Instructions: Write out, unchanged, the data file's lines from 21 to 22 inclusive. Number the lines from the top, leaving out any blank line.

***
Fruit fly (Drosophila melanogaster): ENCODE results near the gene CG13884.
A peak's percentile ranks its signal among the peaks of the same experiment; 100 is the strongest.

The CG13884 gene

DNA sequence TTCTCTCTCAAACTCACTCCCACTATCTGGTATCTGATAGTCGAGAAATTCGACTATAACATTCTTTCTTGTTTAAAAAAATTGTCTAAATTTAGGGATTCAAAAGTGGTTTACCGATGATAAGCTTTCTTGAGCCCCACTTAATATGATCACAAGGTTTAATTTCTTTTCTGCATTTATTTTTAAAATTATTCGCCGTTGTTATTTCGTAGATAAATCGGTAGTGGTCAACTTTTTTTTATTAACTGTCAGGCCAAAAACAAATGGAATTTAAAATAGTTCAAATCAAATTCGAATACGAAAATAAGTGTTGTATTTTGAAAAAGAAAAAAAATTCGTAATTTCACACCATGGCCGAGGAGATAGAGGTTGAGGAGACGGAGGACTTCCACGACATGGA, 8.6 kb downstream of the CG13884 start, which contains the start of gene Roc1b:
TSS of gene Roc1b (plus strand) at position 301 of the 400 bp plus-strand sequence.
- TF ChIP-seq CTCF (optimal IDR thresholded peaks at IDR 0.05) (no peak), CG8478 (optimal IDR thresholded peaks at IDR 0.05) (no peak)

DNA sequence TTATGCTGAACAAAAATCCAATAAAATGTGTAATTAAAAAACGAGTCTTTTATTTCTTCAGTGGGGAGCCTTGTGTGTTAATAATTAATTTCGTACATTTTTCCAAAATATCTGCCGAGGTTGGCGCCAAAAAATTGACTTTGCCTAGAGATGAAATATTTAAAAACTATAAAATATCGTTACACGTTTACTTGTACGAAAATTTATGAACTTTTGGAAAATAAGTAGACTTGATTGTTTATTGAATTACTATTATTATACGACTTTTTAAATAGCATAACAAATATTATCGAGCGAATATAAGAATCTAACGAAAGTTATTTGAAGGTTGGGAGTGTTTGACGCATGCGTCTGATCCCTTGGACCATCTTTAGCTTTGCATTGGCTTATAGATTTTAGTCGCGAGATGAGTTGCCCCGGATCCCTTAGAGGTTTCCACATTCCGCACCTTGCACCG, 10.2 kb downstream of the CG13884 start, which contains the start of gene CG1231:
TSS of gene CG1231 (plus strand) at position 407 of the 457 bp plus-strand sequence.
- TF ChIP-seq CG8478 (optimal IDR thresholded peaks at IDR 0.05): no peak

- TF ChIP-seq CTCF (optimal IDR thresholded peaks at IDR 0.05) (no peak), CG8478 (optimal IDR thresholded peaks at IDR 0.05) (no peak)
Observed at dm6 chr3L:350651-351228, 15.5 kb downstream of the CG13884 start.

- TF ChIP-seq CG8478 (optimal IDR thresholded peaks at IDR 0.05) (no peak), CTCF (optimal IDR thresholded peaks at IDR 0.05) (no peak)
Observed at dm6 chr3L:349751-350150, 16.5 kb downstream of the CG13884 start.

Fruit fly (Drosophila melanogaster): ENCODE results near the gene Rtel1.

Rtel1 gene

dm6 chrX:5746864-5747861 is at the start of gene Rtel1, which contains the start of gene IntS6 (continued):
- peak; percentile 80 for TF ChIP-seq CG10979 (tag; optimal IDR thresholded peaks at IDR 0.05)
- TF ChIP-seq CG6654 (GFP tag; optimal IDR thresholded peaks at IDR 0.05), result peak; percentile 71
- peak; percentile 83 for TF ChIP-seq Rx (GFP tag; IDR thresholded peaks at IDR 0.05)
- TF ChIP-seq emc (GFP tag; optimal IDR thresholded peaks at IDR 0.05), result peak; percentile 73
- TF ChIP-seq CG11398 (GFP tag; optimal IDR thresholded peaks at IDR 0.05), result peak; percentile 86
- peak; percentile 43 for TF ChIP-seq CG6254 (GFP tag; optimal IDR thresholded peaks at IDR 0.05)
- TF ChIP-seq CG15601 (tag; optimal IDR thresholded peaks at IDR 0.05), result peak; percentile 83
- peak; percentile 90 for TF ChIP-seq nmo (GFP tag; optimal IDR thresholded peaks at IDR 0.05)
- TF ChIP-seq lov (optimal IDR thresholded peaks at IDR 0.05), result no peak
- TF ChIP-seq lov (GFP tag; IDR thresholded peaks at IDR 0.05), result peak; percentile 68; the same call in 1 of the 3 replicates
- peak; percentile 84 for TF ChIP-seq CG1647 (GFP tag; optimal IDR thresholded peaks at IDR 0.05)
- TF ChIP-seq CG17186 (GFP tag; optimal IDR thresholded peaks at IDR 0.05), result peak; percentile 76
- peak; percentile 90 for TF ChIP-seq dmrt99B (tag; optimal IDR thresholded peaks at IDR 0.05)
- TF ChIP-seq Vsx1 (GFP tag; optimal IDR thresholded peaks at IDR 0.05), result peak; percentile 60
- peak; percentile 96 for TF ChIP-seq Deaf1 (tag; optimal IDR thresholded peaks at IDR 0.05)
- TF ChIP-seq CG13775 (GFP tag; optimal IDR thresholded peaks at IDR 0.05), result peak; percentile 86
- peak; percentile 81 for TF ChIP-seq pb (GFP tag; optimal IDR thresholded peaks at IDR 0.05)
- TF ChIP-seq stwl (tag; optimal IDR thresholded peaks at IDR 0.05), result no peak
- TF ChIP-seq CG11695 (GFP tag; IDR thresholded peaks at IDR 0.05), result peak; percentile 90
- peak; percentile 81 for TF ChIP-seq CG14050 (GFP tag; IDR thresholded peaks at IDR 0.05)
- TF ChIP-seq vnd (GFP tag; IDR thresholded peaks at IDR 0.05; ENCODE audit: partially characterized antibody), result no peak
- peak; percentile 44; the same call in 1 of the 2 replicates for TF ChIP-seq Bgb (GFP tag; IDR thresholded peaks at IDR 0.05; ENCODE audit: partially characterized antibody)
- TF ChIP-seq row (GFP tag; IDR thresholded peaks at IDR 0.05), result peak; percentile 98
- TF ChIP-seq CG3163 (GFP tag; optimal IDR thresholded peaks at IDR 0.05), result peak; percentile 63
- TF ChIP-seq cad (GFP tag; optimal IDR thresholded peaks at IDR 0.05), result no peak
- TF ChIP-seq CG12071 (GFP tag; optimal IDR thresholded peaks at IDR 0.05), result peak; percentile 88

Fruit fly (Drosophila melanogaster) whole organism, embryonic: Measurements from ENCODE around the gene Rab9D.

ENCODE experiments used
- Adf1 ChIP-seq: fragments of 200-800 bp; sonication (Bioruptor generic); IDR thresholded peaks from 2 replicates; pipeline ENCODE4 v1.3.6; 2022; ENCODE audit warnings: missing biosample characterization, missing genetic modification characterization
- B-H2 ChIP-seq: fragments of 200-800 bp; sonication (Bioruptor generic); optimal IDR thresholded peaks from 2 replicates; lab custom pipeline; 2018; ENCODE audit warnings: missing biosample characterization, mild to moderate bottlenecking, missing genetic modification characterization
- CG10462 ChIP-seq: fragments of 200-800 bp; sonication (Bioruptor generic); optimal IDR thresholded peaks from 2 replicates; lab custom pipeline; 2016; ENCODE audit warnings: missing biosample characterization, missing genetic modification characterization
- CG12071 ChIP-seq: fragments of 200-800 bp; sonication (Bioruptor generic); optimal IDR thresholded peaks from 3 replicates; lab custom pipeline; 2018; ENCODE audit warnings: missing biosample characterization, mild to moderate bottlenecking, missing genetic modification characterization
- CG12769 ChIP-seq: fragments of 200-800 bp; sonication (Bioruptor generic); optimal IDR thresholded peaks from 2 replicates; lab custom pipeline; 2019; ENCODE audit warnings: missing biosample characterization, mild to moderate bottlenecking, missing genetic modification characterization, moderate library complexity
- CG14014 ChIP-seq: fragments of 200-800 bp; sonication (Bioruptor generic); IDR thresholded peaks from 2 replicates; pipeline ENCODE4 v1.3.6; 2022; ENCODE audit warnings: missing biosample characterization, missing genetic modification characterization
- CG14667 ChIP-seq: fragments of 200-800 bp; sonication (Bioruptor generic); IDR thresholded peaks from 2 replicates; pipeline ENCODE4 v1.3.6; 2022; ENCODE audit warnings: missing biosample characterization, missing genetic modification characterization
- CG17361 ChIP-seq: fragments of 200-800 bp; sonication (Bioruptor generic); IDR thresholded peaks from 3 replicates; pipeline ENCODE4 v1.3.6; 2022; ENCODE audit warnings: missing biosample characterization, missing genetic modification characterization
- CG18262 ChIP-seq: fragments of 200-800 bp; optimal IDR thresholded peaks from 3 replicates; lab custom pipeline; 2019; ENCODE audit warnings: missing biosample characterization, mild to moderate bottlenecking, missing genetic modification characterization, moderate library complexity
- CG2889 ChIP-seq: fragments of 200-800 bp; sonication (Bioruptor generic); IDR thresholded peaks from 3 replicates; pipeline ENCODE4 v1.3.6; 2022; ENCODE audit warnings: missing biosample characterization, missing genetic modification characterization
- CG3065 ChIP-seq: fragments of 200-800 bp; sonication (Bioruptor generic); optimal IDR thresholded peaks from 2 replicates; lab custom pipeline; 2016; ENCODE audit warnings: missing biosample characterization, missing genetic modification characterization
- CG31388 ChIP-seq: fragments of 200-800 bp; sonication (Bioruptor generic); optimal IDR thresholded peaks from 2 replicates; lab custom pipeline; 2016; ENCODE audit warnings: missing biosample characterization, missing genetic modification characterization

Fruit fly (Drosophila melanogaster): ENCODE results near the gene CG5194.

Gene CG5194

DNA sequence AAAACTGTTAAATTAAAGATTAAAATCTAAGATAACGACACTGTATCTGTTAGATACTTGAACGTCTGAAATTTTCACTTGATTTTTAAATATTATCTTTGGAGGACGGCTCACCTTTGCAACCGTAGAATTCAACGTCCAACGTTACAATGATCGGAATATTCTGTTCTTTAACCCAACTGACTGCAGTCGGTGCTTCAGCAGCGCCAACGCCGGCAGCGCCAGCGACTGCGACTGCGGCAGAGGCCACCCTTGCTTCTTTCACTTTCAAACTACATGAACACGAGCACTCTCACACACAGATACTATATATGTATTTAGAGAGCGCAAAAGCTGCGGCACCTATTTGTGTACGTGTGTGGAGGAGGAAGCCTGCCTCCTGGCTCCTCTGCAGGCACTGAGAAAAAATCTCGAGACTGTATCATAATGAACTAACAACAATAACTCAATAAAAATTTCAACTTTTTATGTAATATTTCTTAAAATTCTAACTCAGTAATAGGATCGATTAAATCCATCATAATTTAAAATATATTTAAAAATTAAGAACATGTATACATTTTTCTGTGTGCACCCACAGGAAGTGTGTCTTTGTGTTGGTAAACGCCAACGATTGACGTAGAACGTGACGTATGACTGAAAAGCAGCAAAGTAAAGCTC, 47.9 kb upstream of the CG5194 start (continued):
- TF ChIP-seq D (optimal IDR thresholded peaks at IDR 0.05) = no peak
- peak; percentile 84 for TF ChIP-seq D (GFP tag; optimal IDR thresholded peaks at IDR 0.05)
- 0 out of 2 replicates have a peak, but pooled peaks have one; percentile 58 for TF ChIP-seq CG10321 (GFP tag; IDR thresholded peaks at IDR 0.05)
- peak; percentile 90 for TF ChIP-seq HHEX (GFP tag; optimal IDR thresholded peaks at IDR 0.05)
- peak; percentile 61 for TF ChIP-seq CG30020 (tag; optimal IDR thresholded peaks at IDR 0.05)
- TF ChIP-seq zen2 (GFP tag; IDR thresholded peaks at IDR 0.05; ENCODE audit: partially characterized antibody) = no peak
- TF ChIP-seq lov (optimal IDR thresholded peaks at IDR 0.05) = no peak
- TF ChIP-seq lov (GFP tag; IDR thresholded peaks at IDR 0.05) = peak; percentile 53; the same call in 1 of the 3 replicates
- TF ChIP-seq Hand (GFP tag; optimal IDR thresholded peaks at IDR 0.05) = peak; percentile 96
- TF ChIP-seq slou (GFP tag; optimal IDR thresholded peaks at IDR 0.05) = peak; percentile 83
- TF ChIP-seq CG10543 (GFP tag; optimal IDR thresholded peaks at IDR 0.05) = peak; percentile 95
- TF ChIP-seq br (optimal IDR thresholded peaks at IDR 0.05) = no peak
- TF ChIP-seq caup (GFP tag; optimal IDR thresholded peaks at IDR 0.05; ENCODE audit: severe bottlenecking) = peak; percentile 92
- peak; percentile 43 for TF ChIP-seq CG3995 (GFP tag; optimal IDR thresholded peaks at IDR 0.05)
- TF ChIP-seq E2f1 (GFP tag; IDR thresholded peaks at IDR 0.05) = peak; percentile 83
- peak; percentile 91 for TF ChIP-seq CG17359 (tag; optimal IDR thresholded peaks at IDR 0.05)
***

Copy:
- TF ChIP-seq CG11398 (GFP tag; optimal IDR thresholded peaks at IDR 0.05), result peak; percentile 86
- peak; percentile 43 for TF ChIP-seq CG6254 (GFP tag; optimal IDR thresholded peaks at IDR 0.05)